Horse racing tracks operating in Kaufman County put on notice

 

KAUFMAN COUNTY, Texas — Three known horse racing tracks have been put on notice by county and law enforcement officials after the Kaufman County Commissioners’ Court unanimously approved new fees and permitting applications for their events.

2015 legislation added horse and greyhound racing to the Texas Mass Gathering Act which requires certain health and safety regulations for events which draw large crowds. In the case of horse races, an event which will attract, or is expected to attract, at least 100 people falls under those new guidelines.

Kaufman County Fire Marshal and Public Works Director Randy Richards tells inForney.com the commissioners’ action last Friday to approve a new application and fee schedule for mass gathering permits will put horse racing promoters on notice and will help provide county and law enforcement officials with additional enforcement measures which will address ongoing complaints county citizens have made concerning, among other things, traffic, noise, litter, and public safety.

Horse race promoters, who will attract or expected to attract at least 100 people, will now have 45 days prior to an event to file for a mass gathering permit.

The permit requires on-site inspection by the county fire marshal’s office, health inspectors, and the sheriff’s office to confirm compliance with health and safety code regulations such as traffic and crowd control measures, security, first aid, sanitation, emergency vehicle access, electrical and utility code standards, and fire code regulations.

Several hundred people were estimated at a horse race earlier this month at a track off Travis Lane — just north of Kaufman.

In response to complaints, officers with the Kaufman County Sheriff’s Office, Kaufman County Fire Marshal’s Office, and the Texas Department of Public Safety responded to the scene — issuing more than two dozen citations and towing several vehicles.

Travis Lane was impassable by emergency vehicles in several sections and neighbors were unable to leave their driveways — only left to deal with the litter in their yards after the crowds dispersed.

The horse racing track on Travis Lane is one of three known tracks in the county, the other two being on County Road 4075 and FM 3094, according to the Kaufman County Sheriff’s Office.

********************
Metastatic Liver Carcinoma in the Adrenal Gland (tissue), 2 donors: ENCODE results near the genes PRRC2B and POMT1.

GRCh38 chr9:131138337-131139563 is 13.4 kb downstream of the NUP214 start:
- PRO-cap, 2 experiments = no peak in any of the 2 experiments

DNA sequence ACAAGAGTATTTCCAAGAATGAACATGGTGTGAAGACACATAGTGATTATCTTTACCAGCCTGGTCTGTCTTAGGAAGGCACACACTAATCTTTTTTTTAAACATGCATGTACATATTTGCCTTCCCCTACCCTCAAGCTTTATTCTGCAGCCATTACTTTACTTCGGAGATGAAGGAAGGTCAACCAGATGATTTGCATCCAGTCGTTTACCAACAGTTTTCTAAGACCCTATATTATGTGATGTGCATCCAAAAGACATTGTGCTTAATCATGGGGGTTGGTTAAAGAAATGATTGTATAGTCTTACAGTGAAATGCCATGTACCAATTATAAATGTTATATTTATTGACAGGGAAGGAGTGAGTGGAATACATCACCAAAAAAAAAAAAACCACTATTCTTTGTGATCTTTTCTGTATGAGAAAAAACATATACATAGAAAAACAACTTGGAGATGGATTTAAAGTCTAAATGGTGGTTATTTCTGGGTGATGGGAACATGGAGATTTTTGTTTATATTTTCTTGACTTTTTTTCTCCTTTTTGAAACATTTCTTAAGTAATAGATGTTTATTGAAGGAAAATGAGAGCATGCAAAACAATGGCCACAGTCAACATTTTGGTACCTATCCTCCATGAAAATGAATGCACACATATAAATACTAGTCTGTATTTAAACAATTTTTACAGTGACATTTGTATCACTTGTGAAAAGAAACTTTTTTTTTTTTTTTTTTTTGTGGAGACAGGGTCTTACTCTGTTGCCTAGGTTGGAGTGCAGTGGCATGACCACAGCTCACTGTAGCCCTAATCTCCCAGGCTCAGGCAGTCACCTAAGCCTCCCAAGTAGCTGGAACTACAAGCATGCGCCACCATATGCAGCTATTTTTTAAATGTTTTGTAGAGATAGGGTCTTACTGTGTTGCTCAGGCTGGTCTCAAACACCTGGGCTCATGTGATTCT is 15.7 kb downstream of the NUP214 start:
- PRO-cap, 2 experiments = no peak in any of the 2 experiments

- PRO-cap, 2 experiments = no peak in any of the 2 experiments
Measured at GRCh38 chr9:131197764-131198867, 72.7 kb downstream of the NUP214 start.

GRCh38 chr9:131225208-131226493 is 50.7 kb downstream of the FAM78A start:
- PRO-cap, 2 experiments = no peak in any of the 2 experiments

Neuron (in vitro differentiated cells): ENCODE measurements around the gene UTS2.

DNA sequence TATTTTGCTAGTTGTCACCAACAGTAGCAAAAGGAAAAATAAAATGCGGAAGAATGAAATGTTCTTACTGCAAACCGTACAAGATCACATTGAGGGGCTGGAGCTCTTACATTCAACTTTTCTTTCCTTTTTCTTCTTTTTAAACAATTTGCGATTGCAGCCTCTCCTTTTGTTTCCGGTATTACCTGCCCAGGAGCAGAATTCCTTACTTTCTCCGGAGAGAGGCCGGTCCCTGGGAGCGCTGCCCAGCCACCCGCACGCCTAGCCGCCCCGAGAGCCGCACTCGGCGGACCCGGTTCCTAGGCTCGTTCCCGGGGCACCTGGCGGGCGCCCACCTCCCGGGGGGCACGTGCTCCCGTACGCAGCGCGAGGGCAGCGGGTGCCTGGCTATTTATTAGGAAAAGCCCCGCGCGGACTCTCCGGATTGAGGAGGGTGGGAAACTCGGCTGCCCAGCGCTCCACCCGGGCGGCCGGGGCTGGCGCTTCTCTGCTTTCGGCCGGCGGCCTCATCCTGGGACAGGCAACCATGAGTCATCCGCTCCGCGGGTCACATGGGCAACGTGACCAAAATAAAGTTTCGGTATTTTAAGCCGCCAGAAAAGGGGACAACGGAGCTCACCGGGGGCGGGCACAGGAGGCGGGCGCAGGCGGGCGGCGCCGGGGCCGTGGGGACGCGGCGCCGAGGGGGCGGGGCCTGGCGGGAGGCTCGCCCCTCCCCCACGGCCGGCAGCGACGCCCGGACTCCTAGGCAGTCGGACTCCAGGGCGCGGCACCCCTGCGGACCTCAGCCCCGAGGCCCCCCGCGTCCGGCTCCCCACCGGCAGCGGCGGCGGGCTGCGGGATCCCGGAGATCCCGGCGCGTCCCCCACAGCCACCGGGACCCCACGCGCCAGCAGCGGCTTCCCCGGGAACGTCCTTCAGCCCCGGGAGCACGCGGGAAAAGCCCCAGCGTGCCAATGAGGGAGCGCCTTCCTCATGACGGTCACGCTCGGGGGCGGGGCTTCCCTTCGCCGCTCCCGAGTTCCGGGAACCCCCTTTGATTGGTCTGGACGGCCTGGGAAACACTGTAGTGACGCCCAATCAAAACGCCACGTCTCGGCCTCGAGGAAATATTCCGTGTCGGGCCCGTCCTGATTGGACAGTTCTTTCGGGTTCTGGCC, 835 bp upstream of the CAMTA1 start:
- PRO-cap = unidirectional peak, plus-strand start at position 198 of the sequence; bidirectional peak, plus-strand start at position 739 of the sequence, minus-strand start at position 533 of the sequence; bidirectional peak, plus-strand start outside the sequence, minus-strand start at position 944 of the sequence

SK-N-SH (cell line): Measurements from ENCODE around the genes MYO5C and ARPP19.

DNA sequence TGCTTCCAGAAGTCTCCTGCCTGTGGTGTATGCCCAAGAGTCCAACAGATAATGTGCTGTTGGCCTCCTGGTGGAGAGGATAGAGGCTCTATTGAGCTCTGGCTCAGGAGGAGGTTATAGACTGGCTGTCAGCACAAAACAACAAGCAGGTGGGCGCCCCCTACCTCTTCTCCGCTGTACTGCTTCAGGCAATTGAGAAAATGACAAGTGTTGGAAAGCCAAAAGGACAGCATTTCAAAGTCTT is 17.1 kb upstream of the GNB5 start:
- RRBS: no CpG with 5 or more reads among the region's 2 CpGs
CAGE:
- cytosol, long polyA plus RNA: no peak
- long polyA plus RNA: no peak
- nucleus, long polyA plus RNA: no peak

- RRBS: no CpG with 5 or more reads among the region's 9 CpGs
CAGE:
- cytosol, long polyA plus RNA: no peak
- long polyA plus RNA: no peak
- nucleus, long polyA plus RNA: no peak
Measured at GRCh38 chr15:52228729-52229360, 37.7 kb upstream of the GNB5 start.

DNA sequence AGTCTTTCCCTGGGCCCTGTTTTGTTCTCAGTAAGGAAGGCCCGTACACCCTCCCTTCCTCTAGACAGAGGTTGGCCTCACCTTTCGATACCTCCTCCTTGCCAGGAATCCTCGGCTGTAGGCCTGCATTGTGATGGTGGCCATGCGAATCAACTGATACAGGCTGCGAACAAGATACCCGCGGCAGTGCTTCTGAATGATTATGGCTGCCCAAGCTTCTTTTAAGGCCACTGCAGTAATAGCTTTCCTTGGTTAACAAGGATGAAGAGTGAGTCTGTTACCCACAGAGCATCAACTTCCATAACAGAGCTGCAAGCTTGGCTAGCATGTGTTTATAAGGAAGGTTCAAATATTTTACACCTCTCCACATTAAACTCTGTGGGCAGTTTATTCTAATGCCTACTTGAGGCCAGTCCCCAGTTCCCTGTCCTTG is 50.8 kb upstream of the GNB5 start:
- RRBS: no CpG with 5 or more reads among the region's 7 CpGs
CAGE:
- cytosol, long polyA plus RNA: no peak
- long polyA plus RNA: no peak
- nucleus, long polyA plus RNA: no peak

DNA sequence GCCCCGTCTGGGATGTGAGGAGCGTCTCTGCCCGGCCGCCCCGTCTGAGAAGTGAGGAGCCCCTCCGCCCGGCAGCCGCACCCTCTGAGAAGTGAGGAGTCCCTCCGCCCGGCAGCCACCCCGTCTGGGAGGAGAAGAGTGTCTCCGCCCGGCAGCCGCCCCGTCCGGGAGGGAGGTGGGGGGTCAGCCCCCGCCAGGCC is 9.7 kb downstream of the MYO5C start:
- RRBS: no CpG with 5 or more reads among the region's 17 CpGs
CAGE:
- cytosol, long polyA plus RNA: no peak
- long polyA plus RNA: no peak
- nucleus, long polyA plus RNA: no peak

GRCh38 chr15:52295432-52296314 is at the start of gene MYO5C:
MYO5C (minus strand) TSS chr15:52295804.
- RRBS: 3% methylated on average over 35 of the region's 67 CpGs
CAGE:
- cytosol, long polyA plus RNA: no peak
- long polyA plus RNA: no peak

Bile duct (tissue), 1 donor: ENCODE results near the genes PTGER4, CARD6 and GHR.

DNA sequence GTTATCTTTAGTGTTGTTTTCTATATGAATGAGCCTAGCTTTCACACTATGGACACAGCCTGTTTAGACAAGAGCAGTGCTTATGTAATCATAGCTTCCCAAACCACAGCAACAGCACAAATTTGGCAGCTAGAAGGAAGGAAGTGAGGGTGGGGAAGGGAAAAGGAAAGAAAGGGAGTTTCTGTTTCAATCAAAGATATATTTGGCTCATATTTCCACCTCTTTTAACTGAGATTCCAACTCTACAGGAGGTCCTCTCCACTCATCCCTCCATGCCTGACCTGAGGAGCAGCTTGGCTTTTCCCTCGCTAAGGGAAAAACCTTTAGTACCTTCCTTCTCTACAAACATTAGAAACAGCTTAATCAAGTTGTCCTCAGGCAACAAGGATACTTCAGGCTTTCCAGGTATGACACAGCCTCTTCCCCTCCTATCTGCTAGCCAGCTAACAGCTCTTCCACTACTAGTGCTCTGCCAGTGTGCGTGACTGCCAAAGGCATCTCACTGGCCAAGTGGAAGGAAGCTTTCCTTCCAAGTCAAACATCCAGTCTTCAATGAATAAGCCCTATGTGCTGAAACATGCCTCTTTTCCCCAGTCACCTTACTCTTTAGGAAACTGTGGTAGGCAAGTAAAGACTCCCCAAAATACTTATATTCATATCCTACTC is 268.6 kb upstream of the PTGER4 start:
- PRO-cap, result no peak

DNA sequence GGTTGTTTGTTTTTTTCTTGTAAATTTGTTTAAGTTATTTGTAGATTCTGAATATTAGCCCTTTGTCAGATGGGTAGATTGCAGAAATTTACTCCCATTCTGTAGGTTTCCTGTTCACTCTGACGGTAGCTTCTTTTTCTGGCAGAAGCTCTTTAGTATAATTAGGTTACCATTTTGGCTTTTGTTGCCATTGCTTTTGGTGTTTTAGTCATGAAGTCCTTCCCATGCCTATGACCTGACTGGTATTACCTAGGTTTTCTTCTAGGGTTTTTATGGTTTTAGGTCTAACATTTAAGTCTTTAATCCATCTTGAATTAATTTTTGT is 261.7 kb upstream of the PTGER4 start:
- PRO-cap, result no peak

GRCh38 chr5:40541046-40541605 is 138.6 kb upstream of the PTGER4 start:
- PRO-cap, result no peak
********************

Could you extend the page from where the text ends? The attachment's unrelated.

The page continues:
The act of holding a horse race isn’t illegal, according to the Texas Racing Commission, but, placing wagers during such an event is illegal and requires a license through the commission as well as compliance with a number of other regulations.

In 2012, a horse racing track on County Road 118, off of State Highway 243 east of Kaufman, was raided by federal agents of the Internal Revenue Service, the Texas Department of Public Safety, and the Kaufman County Sheriff’s Office.

In addition to the three horse race tracks, county officials say a horse training facility has also recently requested a permit through the county.

Horse racing promoters seeking a mass gathering permit are also required to, in addition to $900 in filing fees, undergo a public hearing period.

Newly-elected Kaufman County Sheriff Bryan Beavers told commissioners he would ensure proper notification was made to nearby residents when mass gathering permit requests were scheduled for their required public hearings.

“Private residents have organized horse races on their property, which have created public safety, parking and traffic issues,” the sheriff’s department stated yesterday in response to the new guidelines. “We understand these gatherings have been a nuisance for those who live nearby.”

“A hearing before the County Judge will be held to approve or deny the permit. It is our goal to keep citizens informed; the Kaufman County Sheriff’s Office will notify those who reside near the permit location of the hearing ten days prior to the hearing, as it is a public hearing, and we encourage the public to attend and participate in the hearing,” stated the department.